Spring and summer are often accompanied by the threat of river flooding in the Midwest, and this year, that threat has translated into historic high river levels. In the wake of water damage done to homes, businesses and other property, consumers must be on the lookout for unscrupulous storm-chasing contractors seeking to cash in on the destruction.
Fly-by-night contractors often go door-to-door in the wake of natural disasters, offering to help victims clear debris or patch up homes. Better Business Bureau (BBB) has taken complaints about contractors who, in such situations, took deposits from consumers and did little or no work. Some couldn’t be reached when consumers wanted refunds or were dissatisfied with the repairs.
BBB advises consumers to contact their insurance coverage provider and check businesses out with BBB before writing a check. BBB Business Profiles give consumers vital information about how companies operate, including letter-grade ratings, and whether they resolve customer complaints. Flood victims need to do their due diligence and not be rushed into making a decision. Consumers should do their research to find qualified and reliable contractors before they sign a contract or pay any money.
BBB offers these tips to consider when hiring contractors for emergency work:
- Call your insurance company first. Contact your insurance company to determine what coverage will be provided and if there are any restrictions or conditions you need to follow before finalizing a contract with a repair service. Flood insurance is typically sold separately, and homeowners who have purchased flood insurance should verify that coverage and any restrictions that come with it.
- Research the company’s track record. You can search for a contractor’s BBB Business Profile at bbb.org to learn if it’s a BBB Accredited Business, get free information on its history of complaints, and read Customer Reviews. Also ask for local references and speak with those customers about their experience and the quality of work.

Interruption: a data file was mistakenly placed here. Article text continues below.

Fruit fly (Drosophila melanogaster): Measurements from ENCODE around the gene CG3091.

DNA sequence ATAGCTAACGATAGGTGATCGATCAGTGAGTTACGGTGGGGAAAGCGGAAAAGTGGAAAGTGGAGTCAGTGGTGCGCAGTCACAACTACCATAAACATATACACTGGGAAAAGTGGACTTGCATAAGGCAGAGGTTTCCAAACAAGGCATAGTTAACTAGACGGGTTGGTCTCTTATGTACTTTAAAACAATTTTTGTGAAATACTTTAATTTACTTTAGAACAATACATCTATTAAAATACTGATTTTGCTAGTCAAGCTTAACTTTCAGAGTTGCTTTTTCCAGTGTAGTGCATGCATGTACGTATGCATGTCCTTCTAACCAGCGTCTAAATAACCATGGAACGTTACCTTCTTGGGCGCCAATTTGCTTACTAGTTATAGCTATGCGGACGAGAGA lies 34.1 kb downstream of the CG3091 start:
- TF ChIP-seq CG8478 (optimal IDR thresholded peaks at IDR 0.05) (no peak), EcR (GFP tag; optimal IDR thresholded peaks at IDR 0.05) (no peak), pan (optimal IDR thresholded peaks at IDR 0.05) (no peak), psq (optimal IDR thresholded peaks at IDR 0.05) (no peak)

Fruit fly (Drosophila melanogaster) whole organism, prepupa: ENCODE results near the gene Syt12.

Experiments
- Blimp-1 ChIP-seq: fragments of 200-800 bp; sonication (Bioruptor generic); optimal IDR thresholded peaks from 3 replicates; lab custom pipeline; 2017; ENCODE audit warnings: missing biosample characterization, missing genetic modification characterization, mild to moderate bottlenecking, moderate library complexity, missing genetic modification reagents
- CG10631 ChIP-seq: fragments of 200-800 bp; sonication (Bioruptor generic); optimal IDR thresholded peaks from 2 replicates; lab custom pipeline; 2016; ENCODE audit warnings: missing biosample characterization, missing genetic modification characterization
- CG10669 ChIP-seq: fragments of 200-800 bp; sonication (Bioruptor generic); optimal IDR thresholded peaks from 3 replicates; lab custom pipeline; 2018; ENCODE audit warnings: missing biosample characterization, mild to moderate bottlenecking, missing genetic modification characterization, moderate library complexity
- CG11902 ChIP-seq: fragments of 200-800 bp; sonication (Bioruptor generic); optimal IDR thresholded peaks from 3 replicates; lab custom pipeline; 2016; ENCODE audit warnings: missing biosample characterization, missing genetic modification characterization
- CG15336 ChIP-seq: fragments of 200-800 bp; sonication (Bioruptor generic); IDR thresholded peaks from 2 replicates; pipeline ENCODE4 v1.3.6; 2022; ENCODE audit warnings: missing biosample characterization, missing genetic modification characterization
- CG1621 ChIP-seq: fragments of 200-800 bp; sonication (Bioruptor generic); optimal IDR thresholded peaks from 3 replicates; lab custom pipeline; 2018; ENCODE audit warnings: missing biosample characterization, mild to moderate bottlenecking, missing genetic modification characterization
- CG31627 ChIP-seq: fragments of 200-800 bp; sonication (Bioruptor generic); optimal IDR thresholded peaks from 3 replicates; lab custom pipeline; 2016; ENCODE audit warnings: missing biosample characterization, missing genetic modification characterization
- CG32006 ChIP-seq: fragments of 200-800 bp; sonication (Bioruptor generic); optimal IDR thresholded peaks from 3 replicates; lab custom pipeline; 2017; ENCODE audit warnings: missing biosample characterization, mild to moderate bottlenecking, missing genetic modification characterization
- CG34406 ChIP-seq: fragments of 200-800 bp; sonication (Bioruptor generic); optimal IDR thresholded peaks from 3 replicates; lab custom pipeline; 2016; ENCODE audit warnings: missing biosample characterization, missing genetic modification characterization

- Ask for multiple quotes. You should shop around and get quotes from different businesses. Make sure all bids consider the same set of criteria. Remember that the lowest bid may not necessarily be the best bid; if one bid is significantly lower than the others, the contractor may be cutting corners or may not understand your work requirements.
- Get it in writing. Request a detailed, written contract. Do not be pressured into signing an agreement before you are ready and make sure you read and understand it before signing. The contract should include contact information, start and complete dates, a detailed description of the work to be done, material costs, payment arrangements, and warranty information. Specify who is to obtain necessary building permits and who is responsible for clean-up. Make sure all verbal promises are included in the contract.
- Water damage requires extra considerations. If you have water damage, be sure that any remediation work addresses the root of the problem -- that is, where water is coming in during periods of heavy rain and high water -- and not just the water that was left behind. A reputable waterproofing company will be able to correct issues as part of effective and lasting repairs.
- Verify license and insurance. Be sure that the company you decide to work with has the necessary licenses and insurance to work in your region.
- Inquire about a lien waiver. A lien waiver is a statement from your contractor that says all suppliers and subcontractors have been paid for their work.
- Arrange a payment schedule. For major jobs, never pay in full up front. Stagger your payments so your final payment is not due until the work is complete and you have fully inspected it. Do not pay cash; make sure your check is written to a company, or that you use a credit card.
- Get a receipt. Request a receipt marked “Paid in Full” when the job is completed and your final payment is made.
- Keep your contract. Hold on to your contract for future reference or if any questions arise after the work is complete.